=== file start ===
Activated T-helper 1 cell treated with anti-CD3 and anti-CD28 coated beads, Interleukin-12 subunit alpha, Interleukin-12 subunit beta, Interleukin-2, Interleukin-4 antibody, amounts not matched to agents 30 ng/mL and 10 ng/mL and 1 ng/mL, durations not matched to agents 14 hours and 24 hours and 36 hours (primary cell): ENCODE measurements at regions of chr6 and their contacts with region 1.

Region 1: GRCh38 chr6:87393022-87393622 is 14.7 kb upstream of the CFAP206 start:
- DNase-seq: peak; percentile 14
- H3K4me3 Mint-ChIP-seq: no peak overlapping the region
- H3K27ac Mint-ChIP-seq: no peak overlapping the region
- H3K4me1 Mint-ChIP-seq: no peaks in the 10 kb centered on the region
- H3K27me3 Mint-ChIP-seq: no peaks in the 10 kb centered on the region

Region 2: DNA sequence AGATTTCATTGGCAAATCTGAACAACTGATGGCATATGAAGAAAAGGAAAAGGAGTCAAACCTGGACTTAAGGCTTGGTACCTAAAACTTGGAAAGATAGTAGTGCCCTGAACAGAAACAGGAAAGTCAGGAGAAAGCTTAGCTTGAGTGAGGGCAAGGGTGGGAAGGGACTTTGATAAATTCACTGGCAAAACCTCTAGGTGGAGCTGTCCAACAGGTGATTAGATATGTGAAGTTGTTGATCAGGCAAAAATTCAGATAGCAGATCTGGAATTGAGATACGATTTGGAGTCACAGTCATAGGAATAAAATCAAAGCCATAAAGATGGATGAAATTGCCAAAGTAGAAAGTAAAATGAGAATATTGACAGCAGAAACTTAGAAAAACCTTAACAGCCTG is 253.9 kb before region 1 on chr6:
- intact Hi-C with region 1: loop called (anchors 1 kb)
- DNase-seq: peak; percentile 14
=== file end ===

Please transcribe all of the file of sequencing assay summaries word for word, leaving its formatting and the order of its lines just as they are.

Activated T-helper 1 cell treated with anti-CD3 and anti-CD28 coated beads, Interleukin-12 subunit alpha, Interleukin-12 subunit beta, Interleukin-2, Interleukin-4 antibody, amounts not matched to agents 30 ng/mL and 10 ng/mL and 1 ng/mL, durations not matched to agents 14 hours and 24 hours and 36 hours (primary cell): ENCODE measurements at regions of chr6 and their contacts with region 1.

Region 1: GRCh38 chr6:87393022-87393622 is 14.7 kb upstream of the CFAP206 start:
- DNase-seq: peak; percentile 14
- H3K4me3 Mint-ChIP-seq: no peak overlapping the region
- H3K27ac Mint-ChIP-seq: no peak overlapping the region
- H3K4me1 Mint-ChIP-seq: no peaks in the 10 kb centered on the region
- H3K27me3 Mint-ChIP-seq: no peaks in the 10 kb centered on the region

Region 2: DNA sequence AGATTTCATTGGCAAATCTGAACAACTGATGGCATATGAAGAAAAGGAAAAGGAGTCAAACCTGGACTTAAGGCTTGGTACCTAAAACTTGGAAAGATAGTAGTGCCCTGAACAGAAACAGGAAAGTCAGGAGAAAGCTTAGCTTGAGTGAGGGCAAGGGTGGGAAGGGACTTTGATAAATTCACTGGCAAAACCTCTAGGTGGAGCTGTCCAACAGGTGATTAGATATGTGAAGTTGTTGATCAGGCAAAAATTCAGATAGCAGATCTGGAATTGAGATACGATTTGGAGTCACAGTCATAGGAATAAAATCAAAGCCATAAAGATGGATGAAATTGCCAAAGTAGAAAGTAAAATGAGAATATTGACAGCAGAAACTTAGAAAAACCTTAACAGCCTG is 253.9 kb before region 1 on chr6:
- intact Hi-C with region 1: loop called (anchors 1 kb)
- DNase-seq: peak; percentile 14